The Story Of Lee

Rethink Homelessness on March 30, 2015

Every story has a beginning, and this story begins with Lee”s mother, Diane.

Diane was married at age 14 to a man with severe mental illness. By 16, she had a son and was pregnant again. Eight months pregnant with a baby girl, Diane filed for divorce to escape an abusive marriage and moved back into her parents” home.

Lee was born into a broken family, to a mother unready for parenthood. She was a beautiful child, complete with blonde hair and bright brown eyes. But by the time she was almost ready to enter school, her mother had become completely overwhelmed with her circumstances. When Lee was four-years old, Diane disappeared, leaving Lee”s grandparents to adopt her children.

If Lee”s grandparents had been nurturing and kind, her story might have been ended very differently. But Lee”s fate was one of pain and fear as her grandfather made her a victim of physical and sexual abuse. At school, Lee was in chronic trouble by age 11; she exchanged sexual favors for food or cigarettes. At home, she was beaten and assaulted regularly by her grandfather, a man in her life that should have protected her.

When she was 14, Lee was raped by a friend of her grandfather. The brutal assault left her pregnant. She was sent to a home for unwed mothers, at which she stayed for the duration of her pregnancy. Her baby was given to an adoption agency and she was sent back to live with her grandparents. When she was 15, her grandmother died. Her grandfather turned her out of the house. So began the years that online casino Lee survived through prostitution.

Lee had developed a reputation in the neighborhood as a troublemaker. If children tried to play with her, their parents lead them away. When it snowed, Lee”s best friend would try to sneak her inside through a bedroom window. When Lee couldn”t find an older man to put her into a hotel or a friend”s house to sneak into, she lived in a self-made hut in the woods. During the snowy months her fingers and toes would stay so cold and blue that they remained numb throughout her adult years. Eventually she decided to hitchhike south to find warmer climates. Throughout her childhood, as well as her time as a homeless youth, Lee had no one who took her in permanently. No one committed themselves to her well being. No adult cared what happened to the girl with big brown eyes. Over time, the little girl who had wanted to be an actress, just so everyone would love her – that little girl disappeared.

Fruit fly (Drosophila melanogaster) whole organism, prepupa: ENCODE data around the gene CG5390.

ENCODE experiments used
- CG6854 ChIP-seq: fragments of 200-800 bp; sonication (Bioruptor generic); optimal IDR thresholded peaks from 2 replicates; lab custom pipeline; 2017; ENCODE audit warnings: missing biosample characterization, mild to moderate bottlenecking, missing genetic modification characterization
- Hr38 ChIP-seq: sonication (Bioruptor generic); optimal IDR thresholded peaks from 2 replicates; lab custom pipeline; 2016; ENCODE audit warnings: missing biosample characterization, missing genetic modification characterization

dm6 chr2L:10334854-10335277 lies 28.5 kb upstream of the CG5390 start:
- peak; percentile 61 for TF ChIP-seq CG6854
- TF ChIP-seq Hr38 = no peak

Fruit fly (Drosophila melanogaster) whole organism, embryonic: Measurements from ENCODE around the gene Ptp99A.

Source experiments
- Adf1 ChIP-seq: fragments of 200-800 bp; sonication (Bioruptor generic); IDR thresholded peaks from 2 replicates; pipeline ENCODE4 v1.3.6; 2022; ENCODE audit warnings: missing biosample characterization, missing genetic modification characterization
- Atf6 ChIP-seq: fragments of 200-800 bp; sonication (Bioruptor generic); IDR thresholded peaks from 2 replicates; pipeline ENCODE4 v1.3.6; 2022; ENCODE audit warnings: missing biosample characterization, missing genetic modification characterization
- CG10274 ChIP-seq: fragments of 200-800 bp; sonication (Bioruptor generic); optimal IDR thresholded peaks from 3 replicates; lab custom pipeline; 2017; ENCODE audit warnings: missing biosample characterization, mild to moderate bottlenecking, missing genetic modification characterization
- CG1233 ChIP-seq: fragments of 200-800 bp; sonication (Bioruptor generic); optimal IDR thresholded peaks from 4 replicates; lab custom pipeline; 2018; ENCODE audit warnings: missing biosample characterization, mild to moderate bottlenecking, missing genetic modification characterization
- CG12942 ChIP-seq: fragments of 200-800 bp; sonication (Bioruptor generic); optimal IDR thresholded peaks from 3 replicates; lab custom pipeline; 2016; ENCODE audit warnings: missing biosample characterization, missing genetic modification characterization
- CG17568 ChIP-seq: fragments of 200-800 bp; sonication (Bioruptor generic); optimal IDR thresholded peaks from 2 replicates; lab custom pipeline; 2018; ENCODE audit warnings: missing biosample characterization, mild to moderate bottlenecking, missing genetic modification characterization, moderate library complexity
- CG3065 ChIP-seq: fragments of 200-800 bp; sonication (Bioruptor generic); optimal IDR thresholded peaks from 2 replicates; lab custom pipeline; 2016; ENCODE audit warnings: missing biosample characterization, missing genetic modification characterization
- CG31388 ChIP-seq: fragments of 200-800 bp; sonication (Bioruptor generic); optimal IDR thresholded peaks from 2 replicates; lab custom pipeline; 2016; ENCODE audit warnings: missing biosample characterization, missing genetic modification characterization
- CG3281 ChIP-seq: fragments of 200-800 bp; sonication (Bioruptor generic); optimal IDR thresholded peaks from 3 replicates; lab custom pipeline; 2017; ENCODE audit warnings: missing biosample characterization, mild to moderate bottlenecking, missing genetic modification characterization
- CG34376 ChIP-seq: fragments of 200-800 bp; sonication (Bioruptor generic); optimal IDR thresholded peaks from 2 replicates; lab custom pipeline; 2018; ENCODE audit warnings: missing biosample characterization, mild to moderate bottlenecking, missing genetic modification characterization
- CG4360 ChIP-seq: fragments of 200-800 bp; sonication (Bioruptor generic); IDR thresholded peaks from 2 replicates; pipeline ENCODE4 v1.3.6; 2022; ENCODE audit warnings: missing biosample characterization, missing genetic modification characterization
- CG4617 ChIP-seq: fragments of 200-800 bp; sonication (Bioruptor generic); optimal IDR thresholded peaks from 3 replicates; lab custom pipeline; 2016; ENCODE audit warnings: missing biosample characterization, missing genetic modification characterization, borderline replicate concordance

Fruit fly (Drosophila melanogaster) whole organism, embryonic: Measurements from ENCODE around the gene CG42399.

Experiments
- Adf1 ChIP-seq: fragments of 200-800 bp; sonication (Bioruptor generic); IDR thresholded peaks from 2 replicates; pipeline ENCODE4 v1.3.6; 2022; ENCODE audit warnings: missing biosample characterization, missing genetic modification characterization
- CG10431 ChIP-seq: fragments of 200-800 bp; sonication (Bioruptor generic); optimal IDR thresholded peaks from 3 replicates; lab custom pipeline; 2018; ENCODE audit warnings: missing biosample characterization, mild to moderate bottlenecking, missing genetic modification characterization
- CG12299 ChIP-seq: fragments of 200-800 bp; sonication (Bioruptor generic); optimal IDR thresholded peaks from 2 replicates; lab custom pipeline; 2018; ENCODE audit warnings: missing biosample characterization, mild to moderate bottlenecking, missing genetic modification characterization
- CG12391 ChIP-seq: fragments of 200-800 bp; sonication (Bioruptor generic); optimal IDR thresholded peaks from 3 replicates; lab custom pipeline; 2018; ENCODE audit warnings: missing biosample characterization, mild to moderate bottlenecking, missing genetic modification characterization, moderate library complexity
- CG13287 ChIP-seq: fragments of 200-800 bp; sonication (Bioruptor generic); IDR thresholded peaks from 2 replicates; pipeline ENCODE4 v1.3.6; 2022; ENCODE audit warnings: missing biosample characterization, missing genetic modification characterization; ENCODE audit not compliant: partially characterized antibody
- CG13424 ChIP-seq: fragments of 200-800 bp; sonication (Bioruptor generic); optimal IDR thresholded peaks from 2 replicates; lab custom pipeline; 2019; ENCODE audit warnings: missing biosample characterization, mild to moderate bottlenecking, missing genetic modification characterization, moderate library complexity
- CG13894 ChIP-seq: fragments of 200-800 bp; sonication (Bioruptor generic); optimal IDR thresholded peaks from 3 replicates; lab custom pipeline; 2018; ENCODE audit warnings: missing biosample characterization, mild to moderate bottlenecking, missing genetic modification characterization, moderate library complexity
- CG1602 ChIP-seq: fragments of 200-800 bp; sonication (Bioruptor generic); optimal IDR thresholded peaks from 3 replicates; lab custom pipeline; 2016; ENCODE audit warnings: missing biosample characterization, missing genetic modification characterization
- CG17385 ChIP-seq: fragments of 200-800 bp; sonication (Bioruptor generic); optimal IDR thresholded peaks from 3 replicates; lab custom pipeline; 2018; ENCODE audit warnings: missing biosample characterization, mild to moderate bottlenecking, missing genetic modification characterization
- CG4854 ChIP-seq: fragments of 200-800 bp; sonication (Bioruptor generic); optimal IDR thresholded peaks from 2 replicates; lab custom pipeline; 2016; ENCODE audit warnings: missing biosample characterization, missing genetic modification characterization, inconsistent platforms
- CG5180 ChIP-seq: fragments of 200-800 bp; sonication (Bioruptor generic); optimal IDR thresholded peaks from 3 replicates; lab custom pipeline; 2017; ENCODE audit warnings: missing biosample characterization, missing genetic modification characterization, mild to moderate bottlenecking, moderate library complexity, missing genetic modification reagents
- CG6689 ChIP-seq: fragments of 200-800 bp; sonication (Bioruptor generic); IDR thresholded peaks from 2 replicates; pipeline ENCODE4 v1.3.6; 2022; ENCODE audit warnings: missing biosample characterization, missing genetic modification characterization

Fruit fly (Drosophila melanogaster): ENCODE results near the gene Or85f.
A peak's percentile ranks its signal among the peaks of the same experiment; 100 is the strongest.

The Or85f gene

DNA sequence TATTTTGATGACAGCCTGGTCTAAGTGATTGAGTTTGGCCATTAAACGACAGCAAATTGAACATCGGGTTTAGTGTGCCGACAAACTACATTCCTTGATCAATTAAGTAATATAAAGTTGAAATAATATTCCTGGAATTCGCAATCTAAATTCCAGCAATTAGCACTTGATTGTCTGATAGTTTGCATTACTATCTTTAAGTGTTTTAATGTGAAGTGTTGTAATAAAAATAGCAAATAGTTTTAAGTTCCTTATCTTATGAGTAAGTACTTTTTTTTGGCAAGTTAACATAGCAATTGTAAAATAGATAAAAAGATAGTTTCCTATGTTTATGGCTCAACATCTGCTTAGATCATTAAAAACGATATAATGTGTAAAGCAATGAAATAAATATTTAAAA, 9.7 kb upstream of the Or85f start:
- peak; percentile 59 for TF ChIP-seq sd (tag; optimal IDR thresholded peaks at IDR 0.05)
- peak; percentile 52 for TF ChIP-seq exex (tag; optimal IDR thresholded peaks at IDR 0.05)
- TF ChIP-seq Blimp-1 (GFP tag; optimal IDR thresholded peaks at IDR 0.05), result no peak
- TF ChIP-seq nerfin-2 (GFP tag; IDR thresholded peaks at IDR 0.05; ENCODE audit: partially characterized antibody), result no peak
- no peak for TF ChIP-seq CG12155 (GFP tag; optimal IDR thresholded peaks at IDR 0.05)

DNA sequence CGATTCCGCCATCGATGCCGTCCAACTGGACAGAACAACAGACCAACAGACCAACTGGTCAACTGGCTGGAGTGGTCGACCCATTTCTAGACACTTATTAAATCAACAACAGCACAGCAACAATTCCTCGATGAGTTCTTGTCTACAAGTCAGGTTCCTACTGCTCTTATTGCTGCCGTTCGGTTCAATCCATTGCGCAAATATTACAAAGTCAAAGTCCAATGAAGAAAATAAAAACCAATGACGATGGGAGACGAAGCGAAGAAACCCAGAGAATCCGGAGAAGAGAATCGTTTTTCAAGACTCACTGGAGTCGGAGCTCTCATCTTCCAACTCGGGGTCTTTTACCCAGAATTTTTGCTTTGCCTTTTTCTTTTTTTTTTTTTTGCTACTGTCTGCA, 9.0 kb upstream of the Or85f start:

By the time she reached adulthood, Lee”s life of pain, rejection, fear, and victimization contributed to the development of serious mental illness. As a child Lee experienced horrible things that twisted her heart, mind, and body. And as a homeless adult, Lee did horrific things for which there is no excuse. Lee”s story began as an innocent child and and when her story ended, she was labeled a monster. Lee was Aileen Wournos, dubbed “America”s First Female Serial Killer”. She was arrested and charged for the murders of 7 men and was eventually put to death by the state of Florida in 2002. So why am I telling the story of Lee?

I”m telling you the story of Lee because Lee”s story always stuck a chord in me. Her life could have been so different. If there had only been one neighbor, one parent, one teacher that looked out for this child, she could have grown up to be so many other things. One advocate in her life could have not only saved her, but also the men that would become her victims. They could have saved at least 8 lives by just showing a hand of kindness and concern.

We see people in need all the time and always think that someone else will help. We pass by someone and think how sad his or her situation is, but we never look back. It”s easy for us to ignore people that need our help because we think it isn”t our place to get involved, that someone else will help, or that it”s their fault that they are in that situation. We are wrong.

In 2015, I”m challenging you to get involved. This is the year that we all need to step up and say enough is enough. If you see someone in need and can”t help them, find someone that can help. Don”t think that someone else will be the advocate that they need. Be that someone to make a difference in their story. Be the advocate. Be the change. Rethink responsibility.









Special thanks to Alicia VanNoy Call for editing assistance.

Stock photo, not actual.




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